Pursuing Expansion of Cochlear Implant Scheme

3 Apr 2019

Following the recent revision of the severe deafness definition by the National Institute for Health and Care Excellence (NICE), Kenneth Gibson MSP has asked the SNP Government how it will ensure this will be reflected in NHS eligibility for cochlear implants.

 

Severe to profound deafness is recognised as only hearing sounds louder than 80 decibel hearing level at two or more frequencies without hearing aids, meaning more people than before will be defined by NICE as severely to profoundly deaf.

 

In response to his written question, the Cabinet Secretary for Health and Sport, Jeane Freeman MSP, advised that NHS National Services, Scotland's National Services Division is working with the Scottish Health Technologies Group - part of Healthcare Improvement Scotland - and the Scottish Cochlear Implantation Service in Kilmarnock to assess the potential implications and impact of the recent revision.

 

Ms Freeman furthermore advised that NHS National Services Scotland expects this work to be considered by the National Patient, Public and Professional Reference Group on 20 August this year and reported to the National Specialist Services Committee, which is the Governance Group for all National Specialist Services, in September.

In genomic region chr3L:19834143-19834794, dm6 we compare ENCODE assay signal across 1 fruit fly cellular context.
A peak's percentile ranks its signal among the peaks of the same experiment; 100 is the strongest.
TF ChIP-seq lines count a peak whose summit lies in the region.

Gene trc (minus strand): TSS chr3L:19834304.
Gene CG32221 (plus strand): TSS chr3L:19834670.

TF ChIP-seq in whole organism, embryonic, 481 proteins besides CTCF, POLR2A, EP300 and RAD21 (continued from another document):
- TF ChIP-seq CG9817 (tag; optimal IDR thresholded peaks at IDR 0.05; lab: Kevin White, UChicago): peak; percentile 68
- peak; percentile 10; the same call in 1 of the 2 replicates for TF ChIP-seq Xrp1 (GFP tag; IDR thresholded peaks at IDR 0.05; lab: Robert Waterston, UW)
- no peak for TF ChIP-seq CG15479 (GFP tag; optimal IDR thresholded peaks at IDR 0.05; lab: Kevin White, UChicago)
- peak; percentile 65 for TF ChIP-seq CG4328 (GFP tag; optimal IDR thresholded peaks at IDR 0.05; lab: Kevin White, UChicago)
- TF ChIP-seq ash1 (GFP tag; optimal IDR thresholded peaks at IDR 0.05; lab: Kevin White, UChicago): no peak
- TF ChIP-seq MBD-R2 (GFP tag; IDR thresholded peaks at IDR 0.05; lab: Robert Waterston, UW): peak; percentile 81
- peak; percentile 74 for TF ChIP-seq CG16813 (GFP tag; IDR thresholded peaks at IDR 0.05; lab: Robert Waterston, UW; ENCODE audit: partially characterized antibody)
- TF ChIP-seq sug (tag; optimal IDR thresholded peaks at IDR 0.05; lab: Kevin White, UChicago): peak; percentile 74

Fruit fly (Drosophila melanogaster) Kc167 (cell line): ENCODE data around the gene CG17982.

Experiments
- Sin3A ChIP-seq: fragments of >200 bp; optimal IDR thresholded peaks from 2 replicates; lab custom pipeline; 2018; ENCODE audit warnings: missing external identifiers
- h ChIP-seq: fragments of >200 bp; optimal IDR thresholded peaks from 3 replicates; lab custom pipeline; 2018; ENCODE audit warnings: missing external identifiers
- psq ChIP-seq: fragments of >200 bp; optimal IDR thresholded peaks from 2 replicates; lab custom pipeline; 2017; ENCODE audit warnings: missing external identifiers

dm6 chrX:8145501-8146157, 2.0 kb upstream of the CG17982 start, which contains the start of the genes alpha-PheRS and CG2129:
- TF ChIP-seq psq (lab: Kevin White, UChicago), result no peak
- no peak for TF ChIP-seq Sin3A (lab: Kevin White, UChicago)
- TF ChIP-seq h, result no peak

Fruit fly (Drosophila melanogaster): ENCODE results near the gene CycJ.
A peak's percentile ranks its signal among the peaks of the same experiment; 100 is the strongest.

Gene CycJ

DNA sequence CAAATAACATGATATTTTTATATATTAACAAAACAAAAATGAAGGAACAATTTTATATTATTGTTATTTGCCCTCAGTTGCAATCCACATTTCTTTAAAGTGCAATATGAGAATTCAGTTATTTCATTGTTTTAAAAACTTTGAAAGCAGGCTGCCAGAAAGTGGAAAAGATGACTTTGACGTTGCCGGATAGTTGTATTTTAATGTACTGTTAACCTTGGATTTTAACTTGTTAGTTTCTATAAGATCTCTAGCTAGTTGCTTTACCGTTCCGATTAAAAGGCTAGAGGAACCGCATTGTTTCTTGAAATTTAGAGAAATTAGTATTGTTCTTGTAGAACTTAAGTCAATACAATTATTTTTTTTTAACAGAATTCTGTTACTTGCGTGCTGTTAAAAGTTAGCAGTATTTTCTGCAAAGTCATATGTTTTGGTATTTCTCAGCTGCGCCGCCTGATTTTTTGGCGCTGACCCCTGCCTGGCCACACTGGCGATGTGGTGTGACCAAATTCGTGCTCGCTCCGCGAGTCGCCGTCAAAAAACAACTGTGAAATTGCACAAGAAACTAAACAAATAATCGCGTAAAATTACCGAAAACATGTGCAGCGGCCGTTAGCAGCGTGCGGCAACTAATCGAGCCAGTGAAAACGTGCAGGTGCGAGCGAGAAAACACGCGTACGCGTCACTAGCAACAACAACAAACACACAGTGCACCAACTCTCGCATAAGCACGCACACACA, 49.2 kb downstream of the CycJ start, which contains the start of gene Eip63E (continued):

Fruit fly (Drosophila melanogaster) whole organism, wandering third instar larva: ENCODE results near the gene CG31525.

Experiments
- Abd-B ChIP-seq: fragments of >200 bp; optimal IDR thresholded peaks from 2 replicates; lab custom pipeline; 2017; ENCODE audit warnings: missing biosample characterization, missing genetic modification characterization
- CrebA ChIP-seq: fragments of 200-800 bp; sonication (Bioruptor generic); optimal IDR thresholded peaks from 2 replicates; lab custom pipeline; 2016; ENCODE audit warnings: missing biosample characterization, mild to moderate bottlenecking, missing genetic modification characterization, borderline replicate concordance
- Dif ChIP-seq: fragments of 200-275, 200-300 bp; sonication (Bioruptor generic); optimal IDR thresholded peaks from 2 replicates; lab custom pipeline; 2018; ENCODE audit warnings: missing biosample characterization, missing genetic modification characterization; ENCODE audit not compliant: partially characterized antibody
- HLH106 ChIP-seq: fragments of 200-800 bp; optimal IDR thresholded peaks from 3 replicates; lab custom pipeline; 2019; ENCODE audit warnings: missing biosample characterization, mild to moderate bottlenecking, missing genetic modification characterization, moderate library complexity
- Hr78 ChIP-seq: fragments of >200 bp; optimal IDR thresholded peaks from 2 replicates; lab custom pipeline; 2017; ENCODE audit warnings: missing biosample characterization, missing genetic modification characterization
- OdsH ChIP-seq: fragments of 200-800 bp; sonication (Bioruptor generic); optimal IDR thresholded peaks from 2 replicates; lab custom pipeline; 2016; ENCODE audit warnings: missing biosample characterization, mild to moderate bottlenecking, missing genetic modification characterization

The NSSC will be asked to provide a recommendation on the outcome of the assessment for NHS Scotland for consideration by Board Chief Executives.

 

The Scottish Cochlear Implant Programme was established at Crosshouse Hospital in 1988 and the Service now supports over 500 users.

 

NHS Ayrshire & Arran is commissioned by the National Services Division of NHS National Services Scotland to provide the national cochlear implant service for profoundly deaf adults and children from across Scotland.

 

Kenneth Gibson MSP commented:

 

“Following the revision of this definition I am pleased that NHS Scotland is already working on an impact assessment, which I will follow with interest. 

 

“Since of 2015/16, children and adults with severe or profound deafness both across Scotland and here in Ayrshire have been entitled to receive automatic upgrades to their cochlear implant sound processors every five years.

 

“I expect this to lead to a further programme extension which will include people who only hear sounds louder than 80 decibel hearing level at two or more frequencies without hearing aids and who were not covered under the previous definition.”

 

ENDS

 

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